Cap Analysis: Falcons

Updated: March 7th 2016

Atlanta Falcons

Trending: Flat →

After putting together five consecutive winning seasons with four playoff appearances from 2008-2013, the Falcons have been perennial disappointments the last three years. The Dan Quinn era got off to a fast start with five consecutive wins to start the season (6-1 through first seven). But, the team lost seven of its final nine regular season games. I’m always leery of coordinators who become head coaches shortly after their predecessors became head coaches.

In addition to current general manager, Thomas Dimitroff, the Falcons front office now contains three other former general managers helping them evaluate talent – assistant general manager Scott Pioli, and national scouts Phil Emery and Ruston Webster.

The Panthers aren’t going anywhere anytime soon, and the Bucs appear to be on the rise, so the Falcons will almost undoubtedly end up with between 6 and 10 wins – though I would tend to lean toward the high side.

Projected 2016 Team Salary$128.5M (not including escalators and not likely to be earned incentives)

Projected 2016 Cap Room: ~$30.7M (~$155.27M Estimate; ~$3.9M Rollover)

Situation: Strong

The Falcons are right in the middle of the pack with approximately $31M in cap space. However, the team has four marquee players at key (and typically expensive) positions under contract for at least the next two years – Matt Ryan, Julio Jones, Jake Matthews, and Desmond Trufant. The team badly needs a pass rusher, but there are several serviceable veteran pass rushers available in free agency, especially if you include all of the 4-3 and 3-4 pass rushers.

Notable Free Agents:

Atlanta FAs

The Falcons only have a handful of notable free agents, and only one, Chris Chester, started every game of the season last year. 

Top Projected Cap Hits:

Atlanta Top Proj Cap Hits

As mentioned in our Lions evaluation, the Falcons are one of four teams that have two players with top 25 top charges – Matt Ryan is 7th and Julio Jones is 23rd. As we’ll address in the next section, two of the players on this list may not be on this list in a week.

Cap Casualty Watch List:

Atlanta Cap Cas

Tyson Jackson has yet to live up to expectations that came with being drafted third overall in 2009. While he does play both inside and outside, he’s yielded exactly zero sacks in 32 games with the Falcons. If released, he’ll still count for $4.8M against the cap, but it would save the team $4.75M in cash.

Likewise, Roddy White would still count for $3.775M against the cap if released, but between base salary and roster bonuses, the team could save $4.25M in cash. I think it’s very unlikely fellow receiver Devin Hester remains with the team, at least on his current contract. [Editor’s Note: Roddy White has since been released].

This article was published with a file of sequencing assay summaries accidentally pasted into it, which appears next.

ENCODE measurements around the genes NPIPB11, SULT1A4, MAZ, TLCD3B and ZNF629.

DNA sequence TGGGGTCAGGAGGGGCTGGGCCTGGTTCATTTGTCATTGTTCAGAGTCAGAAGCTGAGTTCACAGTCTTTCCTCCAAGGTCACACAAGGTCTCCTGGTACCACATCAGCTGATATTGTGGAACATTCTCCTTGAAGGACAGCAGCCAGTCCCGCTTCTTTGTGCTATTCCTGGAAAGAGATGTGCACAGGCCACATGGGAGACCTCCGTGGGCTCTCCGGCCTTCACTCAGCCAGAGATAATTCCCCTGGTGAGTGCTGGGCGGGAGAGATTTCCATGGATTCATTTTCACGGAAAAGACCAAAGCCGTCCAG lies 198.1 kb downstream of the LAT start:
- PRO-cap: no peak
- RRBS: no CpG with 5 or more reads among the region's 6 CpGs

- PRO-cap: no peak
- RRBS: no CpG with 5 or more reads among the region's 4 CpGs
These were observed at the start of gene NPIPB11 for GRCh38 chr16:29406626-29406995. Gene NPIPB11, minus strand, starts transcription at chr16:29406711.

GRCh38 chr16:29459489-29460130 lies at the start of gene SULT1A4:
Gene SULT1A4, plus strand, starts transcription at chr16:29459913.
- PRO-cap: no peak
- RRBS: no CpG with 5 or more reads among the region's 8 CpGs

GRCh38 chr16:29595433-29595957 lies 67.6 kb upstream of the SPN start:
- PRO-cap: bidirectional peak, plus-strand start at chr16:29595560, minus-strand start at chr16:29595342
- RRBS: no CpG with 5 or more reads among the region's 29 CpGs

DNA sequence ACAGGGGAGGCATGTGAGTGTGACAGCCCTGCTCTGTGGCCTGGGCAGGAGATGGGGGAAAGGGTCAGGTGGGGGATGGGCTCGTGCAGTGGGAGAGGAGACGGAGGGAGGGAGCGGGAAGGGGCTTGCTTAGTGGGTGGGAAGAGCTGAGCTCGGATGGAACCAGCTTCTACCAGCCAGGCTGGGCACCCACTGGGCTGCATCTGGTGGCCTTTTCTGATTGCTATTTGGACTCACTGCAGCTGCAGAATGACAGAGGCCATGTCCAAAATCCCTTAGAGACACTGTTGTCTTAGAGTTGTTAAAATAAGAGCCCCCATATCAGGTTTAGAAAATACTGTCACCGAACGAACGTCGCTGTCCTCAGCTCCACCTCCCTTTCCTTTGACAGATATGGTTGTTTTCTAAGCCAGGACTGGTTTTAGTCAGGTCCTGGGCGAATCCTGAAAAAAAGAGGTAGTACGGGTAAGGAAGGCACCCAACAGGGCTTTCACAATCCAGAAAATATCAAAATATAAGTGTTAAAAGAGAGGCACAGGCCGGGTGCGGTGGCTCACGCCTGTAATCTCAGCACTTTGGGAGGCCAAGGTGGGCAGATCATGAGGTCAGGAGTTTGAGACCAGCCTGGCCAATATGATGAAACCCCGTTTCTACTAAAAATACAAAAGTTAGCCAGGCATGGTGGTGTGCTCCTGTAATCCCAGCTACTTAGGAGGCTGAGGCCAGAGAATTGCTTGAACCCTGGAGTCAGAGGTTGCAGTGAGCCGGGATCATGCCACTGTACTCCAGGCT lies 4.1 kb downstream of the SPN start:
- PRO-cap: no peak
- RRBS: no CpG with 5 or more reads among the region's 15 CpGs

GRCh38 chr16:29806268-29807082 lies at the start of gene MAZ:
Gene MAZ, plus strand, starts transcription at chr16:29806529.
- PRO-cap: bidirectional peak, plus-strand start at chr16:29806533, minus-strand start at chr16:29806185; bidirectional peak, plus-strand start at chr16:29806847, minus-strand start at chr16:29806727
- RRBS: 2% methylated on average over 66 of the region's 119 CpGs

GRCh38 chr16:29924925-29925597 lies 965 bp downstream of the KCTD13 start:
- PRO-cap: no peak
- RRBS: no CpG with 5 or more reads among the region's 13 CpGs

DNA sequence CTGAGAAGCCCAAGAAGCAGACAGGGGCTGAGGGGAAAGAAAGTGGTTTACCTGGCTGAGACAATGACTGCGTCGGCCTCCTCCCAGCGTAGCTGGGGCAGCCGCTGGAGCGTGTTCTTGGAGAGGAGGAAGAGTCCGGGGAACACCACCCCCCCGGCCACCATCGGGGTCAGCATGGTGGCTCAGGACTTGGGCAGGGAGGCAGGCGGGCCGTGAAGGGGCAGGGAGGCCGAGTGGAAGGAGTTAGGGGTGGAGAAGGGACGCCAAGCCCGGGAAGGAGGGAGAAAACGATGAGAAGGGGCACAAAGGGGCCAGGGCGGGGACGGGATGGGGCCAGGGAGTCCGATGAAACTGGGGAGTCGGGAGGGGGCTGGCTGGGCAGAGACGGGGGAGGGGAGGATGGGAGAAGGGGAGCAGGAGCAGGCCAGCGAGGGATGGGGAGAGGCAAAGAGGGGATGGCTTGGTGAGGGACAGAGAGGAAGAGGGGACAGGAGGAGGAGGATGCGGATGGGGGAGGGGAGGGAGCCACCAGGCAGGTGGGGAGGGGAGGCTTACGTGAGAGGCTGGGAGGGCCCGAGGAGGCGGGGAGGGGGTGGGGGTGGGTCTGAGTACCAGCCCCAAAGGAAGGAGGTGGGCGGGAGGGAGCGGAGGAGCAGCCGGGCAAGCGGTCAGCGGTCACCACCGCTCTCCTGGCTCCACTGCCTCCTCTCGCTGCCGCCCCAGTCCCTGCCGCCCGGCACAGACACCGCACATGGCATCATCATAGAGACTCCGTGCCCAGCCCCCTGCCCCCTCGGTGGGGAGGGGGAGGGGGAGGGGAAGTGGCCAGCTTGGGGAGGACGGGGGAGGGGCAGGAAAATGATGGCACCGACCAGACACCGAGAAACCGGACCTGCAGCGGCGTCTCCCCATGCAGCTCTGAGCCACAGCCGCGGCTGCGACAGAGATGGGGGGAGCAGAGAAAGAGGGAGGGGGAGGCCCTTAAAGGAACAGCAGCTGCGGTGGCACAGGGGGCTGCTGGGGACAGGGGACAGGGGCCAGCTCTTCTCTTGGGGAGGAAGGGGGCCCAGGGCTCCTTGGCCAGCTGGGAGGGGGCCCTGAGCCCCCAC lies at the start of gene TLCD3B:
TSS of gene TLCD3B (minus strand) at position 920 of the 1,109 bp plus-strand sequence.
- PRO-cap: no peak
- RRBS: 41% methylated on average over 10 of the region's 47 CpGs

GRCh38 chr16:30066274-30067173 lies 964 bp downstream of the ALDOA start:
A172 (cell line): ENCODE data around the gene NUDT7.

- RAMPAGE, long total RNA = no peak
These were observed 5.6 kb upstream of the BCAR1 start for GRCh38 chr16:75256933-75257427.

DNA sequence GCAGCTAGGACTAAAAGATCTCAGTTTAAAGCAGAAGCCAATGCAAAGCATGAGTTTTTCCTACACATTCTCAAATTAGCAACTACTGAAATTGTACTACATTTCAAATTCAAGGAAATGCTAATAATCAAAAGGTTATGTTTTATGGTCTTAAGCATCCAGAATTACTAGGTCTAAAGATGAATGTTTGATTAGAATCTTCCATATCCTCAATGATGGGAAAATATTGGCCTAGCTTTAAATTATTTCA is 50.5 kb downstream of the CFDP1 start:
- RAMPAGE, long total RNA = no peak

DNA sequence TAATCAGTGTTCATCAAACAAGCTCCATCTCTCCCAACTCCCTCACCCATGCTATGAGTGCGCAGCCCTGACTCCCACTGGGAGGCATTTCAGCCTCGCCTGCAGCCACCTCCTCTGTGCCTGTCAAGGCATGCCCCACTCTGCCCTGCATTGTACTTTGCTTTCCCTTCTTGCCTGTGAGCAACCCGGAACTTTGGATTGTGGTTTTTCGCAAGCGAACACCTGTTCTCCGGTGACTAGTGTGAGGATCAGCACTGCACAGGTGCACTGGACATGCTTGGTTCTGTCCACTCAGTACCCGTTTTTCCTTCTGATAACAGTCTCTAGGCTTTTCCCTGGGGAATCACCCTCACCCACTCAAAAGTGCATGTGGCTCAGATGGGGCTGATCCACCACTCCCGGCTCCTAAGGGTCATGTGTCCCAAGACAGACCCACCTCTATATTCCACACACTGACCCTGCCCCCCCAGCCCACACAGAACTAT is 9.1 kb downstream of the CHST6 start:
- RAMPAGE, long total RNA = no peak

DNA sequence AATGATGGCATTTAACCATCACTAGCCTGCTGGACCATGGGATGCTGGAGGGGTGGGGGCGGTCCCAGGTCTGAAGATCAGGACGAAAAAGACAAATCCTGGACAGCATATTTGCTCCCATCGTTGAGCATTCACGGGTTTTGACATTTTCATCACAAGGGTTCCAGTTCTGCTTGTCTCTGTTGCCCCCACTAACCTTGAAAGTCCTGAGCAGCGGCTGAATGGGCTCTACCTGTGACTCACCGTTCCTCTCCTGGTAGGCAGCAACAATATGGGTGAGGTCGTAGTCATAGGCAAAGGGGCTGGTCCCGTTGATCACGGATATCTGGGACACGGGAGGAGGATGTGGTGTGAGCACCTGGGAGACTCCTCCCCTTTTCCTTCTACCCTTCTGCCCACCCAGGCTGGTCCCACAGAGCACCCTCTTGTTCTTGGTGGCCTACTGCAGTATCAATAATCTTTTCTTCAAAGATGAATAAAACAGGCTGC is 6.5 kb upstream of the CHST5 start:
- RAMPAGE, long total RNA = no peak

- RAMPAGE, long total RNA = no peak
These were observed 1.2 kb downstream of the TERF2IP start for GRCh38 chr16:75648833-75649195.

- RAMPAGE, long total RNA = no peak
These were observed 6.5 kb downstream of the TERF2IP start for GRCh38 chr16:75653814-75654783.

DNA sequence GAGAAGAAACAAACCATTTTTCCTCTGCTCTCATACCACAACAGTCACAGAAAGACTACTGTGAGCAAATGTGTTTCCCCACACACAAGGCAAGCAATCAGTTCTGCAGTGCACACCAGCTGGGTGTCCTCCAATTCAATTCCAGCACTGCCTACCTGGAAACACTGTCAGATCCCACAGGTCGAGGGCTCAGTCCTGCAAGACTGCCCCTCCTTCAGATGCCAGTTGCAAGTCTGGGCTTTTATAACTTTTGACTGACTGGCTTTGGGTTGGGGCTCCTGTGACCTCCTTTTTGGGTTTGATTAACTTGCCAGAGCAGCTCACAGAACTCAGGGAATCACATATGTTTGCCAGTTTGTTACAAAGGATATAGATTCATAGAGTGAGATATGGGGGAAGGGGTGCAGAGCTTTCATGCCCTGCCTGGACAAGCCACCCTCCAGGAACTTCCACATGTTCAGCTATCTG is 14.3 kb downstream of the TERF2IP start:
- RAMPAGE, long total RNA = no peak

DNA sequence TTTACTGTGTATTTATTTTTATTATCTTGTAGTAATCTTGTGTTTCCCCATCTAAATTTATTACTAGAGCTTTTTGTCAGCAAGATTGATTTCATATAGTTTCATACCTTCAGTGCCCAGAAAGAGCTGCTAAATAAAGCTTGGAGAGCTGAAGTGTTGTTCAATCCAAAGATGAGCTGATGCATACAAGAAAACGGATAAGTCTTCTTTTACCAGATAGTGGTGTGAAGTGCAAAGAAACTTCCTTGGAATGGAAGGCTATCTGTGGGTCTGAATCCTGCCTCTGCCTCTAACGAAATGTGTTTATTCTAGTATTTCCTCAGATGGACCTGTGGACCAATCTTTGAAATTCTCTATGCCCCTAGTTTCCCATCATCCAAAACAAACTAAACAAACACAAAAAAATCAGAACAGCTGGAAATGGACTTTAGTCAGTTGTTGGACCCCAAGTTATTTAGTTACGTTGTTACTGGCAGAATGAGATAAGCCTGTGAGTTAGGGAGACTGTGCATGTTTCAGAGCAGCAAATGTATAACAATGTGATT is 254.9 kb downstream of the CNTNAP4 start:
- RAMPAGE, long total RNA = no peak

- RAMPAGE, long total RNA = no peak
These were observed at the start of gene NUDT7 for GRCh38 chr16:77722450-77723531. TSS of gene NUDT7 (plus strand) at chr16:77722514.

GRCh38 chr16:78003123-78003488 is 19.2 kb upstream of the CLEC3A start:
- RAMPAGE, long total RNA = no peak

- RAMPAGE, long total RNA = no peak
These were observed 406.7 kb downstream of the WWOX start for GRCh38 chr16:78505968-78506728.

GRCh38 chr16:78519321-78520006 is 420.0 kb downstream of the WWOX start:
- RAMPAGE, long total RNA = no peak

Because of a lack of depth on the defensive line and at tight end, Jonathan Babineaux and Jacob Tamme will almost definitely be back.

Extension Watch List: 

Atlanta Ext Watch List

The Falcons can exercise Desmond Trufant’s fifth year option, pushing his expected free agency to March, 2018.

Robert Alford, who starts opposite Trufant, will be a free agent in 2017. He’s shown promise in his first three seasons, notching seven interceptions in 41 games. The team surely wants to keep him, though they may prefer to move him to the nickel if they invest a high draft pick in a corner or sign one in free agency. If an extension is reached before the start of the season, Alford should command something similar to the 5-year, $24.6M contract the Steelers gave Cortez Allen before the start of the 2014 season.

Position Needs: 

Defensive End, Safety, Tight End.

Sleeper Watch: 

Matt Ryan is going to have to throw the ball to somebody other than Julio Jones. With Roddy White being released, whoever the Falcons sign, draft, or promote to start opposite Julio should be in line for a lot of targets.


Matt Papson (@RealitySportsMP) formerly worked in football administration for the Philadelphia Eagles. He is the President, co-founder and creator of Reality Sports Online, a fantasy front office platform that enables fantasy owners to build and manage their fantasy team like a professional sports general manager. The Reality Sports Online platform has been featured in Fortune, on Bloomberg TV, and was the 2012 Fantasy Sports Trade Association Rookie of the Year.

Sources: Spotrac, Pro-Football Reference, and Rotoworld